Cobb the Explorer
It's pretty clear right from the get-go what kind of guy Cobb is. He and Arthur are in Saito's dream, and Cobb, despite knowing they've been compromised, still risks breaking into the safe, stealing information right in front of Saito, saving (well, killing, but it's kind of the same in a dream) his partner from pain, and outrunning and gunning a bunch of projections and reading the document...while the entire dream is collapsing around him.
Cobb gets things done no matter what stands in his way.
An army of projections seeking to destroy him and his team? No worries. A vindictive projection of his dead wife? Not a problem. (Okay, she's kind of a problem, but we'll get to her in a minute.)
Cobb is also a man of exploration. Like Ariadne, Cobb was once an architect studying under Miles. However, he became obsessed with the dream world and wanted to explore all of its possibilities. In fact, the reason he and Mal became stuck in Limbo was because of his desire to go farther, to go deeper.
Just as he's willing to explore every nook and cranny of the dreamscape, though, he's also willing to do whatever it takes to return to his family, even if that means purposefully going back into Limbo to confront Mal… and risk losing his own sense of reality.
Guilt on the Cobb
When Saito asks Cobb if he wants to end up an "old man filled with regret," it strikes a chord in Cobb. Cobb is already regretful because of what happened to Mal. It was Cobb who pushed further and further into dream space, so he feels responsible for her eventual suicide.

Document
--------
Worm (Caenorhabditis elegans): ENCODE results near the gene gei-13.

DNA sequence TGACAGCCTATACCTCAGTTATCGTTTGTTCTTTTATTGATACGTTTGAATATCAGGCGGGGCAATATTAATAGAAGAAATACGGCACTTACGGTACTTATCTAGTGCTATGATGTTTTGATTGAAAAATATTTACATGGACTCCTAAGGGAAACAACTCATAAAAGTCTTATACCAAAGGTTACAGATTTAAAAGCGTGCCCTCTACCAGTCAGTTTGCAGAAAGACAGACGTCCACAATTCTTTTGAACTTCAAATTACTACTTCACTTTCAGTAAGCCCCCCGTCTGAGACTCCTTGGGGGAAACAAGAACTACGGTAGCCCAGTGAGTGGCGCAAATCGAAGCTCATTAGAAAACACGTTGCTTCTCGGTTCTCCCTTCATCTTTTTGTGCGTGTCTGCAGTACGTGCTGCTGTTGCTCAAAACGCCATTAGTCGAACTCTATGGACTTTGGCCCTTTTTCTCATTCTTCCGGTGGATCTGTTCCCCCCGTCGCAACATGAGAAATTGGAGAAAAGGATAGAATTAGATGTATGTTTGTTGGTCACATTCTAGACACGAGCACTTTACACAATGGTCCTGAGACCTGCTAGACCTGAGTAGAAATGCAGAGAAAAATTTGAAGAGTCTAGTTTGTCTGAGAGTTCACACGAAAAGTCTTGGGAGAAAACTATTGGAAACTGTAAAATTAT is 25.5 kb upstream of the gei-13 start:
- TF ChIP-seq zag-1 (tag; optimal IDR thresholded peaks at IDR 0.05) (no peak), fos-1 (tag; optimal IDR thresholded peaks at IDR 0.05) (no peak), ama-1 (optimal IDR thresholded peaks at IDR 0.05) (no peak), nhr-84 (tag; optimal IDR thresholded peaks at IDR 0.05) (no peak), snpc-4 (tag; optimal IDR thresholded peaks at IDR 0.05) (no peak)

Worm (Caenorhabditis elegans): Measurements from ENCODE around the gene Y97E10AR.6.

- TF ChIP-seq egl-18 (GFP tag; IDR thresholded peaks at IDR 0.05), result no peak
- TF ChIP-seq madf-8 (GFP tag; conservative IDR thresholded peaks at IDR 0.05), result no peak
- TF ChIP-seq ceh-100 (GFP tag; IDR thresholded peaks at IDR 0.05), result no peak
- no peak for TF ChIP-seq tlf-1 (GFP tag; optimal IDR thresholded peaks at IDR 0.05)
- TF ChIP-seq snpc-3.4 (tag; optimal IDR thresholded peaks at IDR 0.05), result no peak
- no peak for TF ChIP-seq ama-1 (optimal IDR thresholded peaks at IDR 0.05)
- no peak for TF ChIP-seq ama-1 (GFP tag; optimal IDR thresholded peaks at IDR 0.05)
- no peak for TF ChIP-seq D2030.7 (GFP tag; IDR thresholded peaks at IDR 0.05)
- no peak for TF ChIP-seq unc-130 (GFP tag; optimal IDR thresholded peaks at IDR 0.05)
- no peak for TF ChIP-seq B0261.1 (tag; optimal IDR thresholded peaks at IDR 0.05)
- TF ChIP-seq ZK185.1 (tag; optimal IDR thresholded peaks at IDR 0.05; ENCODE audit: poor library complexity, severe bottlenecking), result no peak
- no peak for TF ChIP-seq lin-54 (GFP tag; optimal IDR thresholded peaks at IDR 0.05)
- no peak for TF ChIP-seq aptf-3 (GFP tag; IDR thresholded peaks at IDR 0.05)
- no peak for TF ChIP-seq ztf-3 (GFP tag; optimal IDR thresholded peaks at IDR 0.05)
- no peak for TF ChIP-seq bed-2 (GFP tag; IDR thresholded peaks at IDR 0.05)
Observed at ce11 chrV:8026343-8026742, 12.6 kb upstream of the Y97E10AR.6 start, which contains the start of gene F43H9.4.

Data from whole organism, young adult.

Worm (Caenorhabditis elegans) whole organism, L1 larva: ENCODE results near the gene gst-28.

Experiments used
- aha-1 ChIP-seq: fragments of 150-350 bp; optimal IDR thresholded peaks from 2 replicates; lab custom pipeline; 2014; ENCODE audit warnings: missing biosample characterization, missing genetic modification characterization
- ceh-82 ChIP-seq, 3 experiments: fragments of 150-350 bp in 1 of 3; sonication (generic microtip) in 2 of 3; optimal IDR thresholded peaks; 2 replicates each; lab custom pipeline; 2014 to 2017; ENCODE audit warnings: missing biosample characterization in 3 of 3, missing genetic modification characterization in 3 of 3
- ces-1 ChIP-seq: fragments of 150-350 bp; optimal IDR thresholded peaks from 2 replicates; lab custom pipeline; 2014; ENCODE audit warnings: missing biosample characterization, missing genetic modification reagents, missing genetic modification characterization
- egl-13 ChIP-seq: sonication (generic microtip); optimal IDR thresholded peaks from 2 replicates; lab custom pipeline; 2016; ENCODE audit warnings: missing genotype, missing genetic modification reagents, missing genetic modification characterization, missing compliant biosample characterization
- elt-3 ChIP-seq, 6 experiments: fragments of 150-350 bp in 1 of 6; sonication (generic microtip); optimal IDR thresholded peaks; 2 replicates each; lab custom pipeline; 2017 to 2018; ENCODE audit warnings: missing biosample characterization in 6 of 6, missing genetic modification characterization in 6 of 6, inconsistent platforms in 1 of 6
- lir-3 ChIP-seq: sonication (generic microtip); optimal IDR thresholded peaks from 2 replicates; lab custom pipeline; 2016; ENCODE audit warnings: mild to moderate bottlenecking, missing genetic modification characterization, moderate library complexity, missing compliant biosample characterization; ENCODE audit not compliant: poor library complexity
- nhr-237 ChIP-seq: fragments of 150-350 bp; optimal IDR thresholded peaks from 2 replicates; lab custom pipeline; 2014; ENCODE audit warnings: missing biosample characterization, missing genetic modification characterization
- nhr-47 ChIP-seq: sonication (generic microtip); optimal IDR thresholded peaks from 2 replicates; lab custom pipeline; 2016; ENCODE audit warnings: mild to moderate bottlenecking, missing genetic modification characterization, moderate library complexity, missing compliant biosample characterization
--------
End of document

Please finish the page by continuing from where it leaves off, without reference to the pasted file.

He's a haunted dude.
Cobb's guilt isn't just about what happened when he pushed the boundaries of dream sharing too far; his guilt comes from what he did to remedy the situation. Cobb is responsible for planting the doubt in Mal's mind that her world (the real world) wasn't real.
In their final encounter, projection Mal asks Cobb, "What do you believe in? What do you feel?" to which he replies,
COBB: I feel guilt, Mal.
This guilt is greater than we could have guessed. Not only does it define Cobb, but it also brings up a question in our own minds as to how responsible Cobb actually is for Mal's suicide.
How much guilt does he deserve to feel?
Cobb is even still more complicated when we take into account that any characterization of Mal as a projection is actually a characterization of Cobb himself, his understanding of Mal, and his subconscious. Basically, every time you see Mal—flashbacks excepted—you're seeing a facet of our man Cobb.
Cal and Mobb may not make great couple nicknames (they're pretty horrific) but the real Cobb and projection Mal make quite the combo of Cobb's conscious and subconscious selves. While Cobb consciously feels very guilty for his wife's death and is desperate to see his kids, his subconscious is stuck on the idea of being with his wife.
In fact, Cobb is aware that, if he wanted to, he could make himself forget his wife is a projection and could spend an eternity with her in Limbo none the wiser. Remember that every single thing projection Mal says is Cobb saying it back to himself. Sometimes he's recreating a memory of her and other times he's expressing something that is unique to himself.
Ugh. There's a reason that this movie is such a brain-twister.
In their final encounter, Mal questions what Cobb considers to be reality, saying that it sounds odd that he is chased around the world by nameless corporations; it's almost as if in a dream. This is a scary thought but it's even scarier when we realize it isn't coming from Mal. It's coming from Cobb himself: he's doubting his own reality.
Now we know why he's so obsessed with spinning that top. Cobb is a man who has somewhat literally been torn in two—Mal and Cobb, subconscious and conscious—by his guilt.